o'clock train for the west." Mr. Bodawltx
slmpjy did not have any curiosity to see
the president and no reason to believe that
the president wished to see him.
The late Associate Justice Gray of the
supreme bench was very eccentric. Among
his prejudice was a deep and lasllnqr
aversion for a typewriter. That machine
did not come Into general use until Justice
Gray Was an old man and he never be
came reconciled to It. It made hltn furl
If a lawyer filed with him a motion
yer filed with him a motion or
other court paper typewritten. He Invaria
bly returned it with a I isque request
that the matter to be submitted be written
In longhand. He had a stenographer at hfs
disposal, but he never utilized his services.
as he wrote all his letters as well as hie
opinions.- He notified the clerk of the su-
preme court not to send him any type-
written paper, no matter how Important it
might be. He never neglected an onnnr.
tunlty to denounce typewriters. The result
of his hatred for these machines waa that
he did three times as much work as the
8enator Knox of Pennsylvania, in con-
versatlon with a friend the other dav.
laughingly observed that If he had had
any idea as to the amount of work he
would have to perform that ho never would
have taken the Job as a member of the
United States senate.
"There seems to be absolutely no end to
it," he said. "My secretary tells me that
I answer en an average twelve letters a
The correspondence of a senator, although
the dreariest drudgery, Is not so laborious
as the hard work of committees which he
Is called upon to perform, nor does It con
1 aume so much of his time as the endless
routine of social engagements. There aro
8ev,ral senators whose time is booked for
eacn evening up to the beginning of Lent.
Where there is important legislation ami
bills, are required to put in from fifteen
to eighteen hours every day.
This story was told In the senate cloak
room apropos of the speech of Senator
Patterson, supposed to be a democrat, In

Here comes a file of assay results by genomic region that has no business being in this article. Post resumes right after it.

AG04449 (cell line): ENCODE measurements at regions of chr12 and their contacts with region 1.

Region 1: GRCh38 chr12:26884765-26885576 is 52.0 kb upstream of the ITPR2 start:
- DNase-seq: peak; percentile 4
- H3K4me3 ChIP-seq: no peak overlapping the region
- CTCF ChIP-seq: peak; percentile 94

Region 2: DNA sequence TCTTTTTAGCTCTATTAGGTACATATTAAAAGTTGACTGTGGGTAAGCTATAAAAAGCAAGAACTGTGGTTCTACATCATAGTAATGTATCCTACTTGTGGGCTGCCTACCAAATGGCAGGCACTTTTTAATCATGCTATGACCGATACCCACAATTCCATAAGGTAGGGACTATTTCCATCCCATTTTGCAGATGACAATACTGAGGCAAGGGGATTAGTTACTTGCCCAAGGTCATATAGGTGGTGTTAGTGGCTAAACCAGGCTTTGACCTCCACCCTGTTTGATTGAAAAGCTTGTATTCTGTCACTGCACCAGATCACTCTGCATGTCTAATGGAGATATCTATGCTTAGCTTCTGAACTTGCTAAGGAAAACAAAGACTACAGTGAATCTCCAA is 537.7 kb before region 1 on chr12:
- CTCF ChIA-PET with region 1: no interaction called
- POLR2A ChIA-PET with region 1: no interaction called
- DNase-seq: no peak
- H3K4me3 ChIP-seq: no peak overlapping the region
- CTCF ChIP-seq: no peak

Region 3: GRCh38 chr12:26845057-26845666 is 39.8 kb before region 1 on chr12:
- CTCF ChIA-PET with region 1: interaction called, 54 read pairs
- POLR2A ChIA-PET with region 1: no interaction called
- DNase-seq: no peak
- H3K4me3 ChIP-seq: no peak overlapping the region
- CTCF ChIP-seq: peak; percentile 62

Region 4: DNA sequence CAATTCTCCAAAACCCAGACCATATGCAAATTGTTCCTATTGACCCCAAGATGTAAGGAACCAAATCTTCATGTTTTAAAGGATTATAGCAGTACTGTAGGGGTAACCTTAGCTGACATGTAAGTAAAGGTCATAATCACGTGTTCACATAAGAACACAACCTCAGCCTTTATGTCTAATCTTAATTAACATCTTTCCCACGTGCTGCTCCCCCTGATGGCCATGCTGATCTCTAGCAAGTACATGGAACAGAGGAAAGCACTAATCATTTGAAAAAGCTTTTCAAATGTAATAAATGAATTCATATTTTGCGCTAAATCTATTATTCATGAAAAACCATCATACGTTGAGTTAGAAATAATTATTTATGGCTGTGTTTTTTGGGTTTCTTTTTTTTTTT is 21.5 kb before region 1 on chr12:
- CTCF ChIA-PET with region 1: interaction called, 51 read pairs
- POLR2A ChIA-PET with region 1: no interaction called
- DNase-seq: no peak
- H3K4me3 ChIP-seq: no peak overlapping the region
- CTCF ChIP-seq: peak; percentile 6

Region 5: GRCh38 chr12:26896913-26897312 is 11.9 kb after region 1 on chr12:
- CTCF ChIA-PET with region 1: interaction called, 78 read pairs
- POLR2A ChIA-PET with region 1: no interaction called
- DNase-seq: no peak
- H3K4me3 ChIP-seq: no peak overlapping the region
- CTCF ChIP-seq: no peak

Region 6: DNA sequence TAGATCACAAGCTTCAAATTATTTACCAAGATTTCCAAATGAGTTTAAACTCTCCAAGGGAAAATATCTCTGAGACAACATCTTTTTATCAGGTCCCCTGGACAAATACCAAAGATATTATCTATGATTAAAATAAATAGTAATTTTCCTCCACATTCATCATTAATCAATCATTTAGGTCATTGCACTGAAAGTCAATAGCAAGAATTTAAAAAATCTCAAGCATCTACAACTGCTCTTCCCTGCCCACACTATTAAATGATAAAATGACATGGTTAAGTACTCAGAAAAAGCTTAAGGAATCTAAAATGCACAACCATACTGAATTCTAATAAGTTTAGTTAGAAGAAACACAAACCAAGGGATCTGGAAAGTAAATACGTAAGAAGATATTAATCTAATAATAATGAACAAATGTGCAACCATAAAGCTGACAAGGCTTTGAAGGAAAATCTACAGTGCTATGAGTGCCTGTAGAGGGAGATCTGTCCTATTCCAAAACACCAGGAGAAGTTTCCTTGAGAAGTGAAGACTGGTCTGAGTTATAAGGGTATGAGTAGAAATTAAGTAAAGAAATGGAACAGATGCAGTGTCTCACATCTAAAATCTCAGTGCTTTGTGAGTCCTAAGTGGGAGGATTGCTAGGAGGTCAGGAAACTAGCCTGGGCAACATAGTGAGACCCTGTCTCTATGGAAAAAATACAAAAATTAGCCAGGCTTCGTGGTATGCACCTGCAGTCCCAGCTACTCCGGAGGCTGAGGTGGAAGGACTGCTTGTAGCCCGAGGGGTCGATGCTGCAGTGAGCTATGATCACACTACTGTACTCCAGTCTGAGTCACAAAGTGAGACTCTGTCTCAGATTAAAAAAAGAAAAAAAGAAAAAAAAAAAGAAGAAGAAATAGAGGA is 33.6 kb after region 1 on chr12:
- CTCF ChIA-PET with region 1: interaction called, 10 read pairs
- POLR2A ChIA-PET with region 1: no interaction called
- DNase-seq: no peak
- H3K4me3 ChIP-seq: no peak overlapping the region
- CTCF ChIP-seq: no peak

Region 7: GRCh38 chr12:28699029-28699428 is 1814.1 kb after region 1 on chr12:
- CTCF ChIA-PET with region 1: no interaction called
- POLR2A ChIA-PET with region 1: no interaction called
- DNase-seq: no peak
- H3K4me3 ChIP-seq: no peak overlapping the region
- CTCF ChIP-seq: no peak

which he eulogized all of President Roose
velt's policies: A local census enumerator
visited the senator's home in Denver and
was rccBlved by the negro butler. After
the usual questions, he asked: "What U
the senator's politics?" Ko' de Lawd's
I dunno." answered the
darKjr. . De senator ain't done been home
,ince breakfast time." This recalls a re
,ince breakfast time." This recalls a 1
mark of .,BHy" Mason when he was
the senate. A senatorial party was bel
arranged to visit New York on offlc
business and it was proposed to Include
Mr- patterson. "What's the use putting
nm In?" asked "Billy." "He never stayed
Wtn anjr party jonf; enough to get to New
Mr. Sibley of Pennsylvania was making a
speech In the house about the rate bill
when Ollle James ot Kentucky broke In
with a fierce Interruption. Mr. James Is
the baldest man In the house, excepting
j Mr. Sibley, and Mr. Sibley Is the baldest
, man In the house except Mr. James. On
: Unny days persons who sit behind them
have to wear blinders. Mr. Jamea kept
plaguing Mr. Sibley until both became ex
cited. The verbal duel waxed hotter and
hotter until Slhley, striding Into the aisle
and shaking his finger at James, cried
furiously: "Sir, you cannot shake your
jory locks at me!" Mr. James saw at
cnoe that this was true. He stuttered and
After looking over the upper branch of
congress from the reserved gallery Mark
Twain was asked what he thought of the
1'nited States senate.
"Oh, I always make It a point not to
criticise my neighbors," said Mr. Clemens.
"How does that apply to the senate?"
"Why, I live in Connecticut and Mr.
Aldricb lives in Rhode Island."
Looking; Ont for Kaatber One.
After all, the senate balked at one of
trie chief features of the consular service
bill, striking out the provision for filling the
higher positions by promotion from the
It.wer and for new regulations governing
original appointments. The senate la for
nfuim so long as it does not reform the
pitronage privllr gr of the senators.
Toung Mitner ought to have talent
enough to construct an autobiographical
Panl Knapp is said to be the first Indian
to be sent to West Tolnt, consequently
his appointment I somewhat in the nature
of an experiment.
Consensus of opinion In Pennsylvania Is
probably not far wrong in thinking that
It can remember the late Senator Quay
without the assistance of a statue.
George Bowers, I'nlted States Ash com
missioner, who has Inspected Water Bab
ble, the summer home of the late General
Lew Wallace, will recommend that the
government accept It as a place for fish
Mnry Agnes Tlncker, one of Boston's best
known authors twenty ytars ago, has re
turned to America, after fifteen years spent
In travel and Ftudy abroad, and will here
after mnke Boston her permanent place
"Old Tecumsch" Sherman's favorite
daughter, Mrs. Alexander M. Thackara,
wife of the United States conaul general at
Berlin, Is the leader ot American life in
the kaiser s capital. Her home la In that
part of Berlin known as the "District ot
Columbia," because so many Americans
are clustered in the vicinity.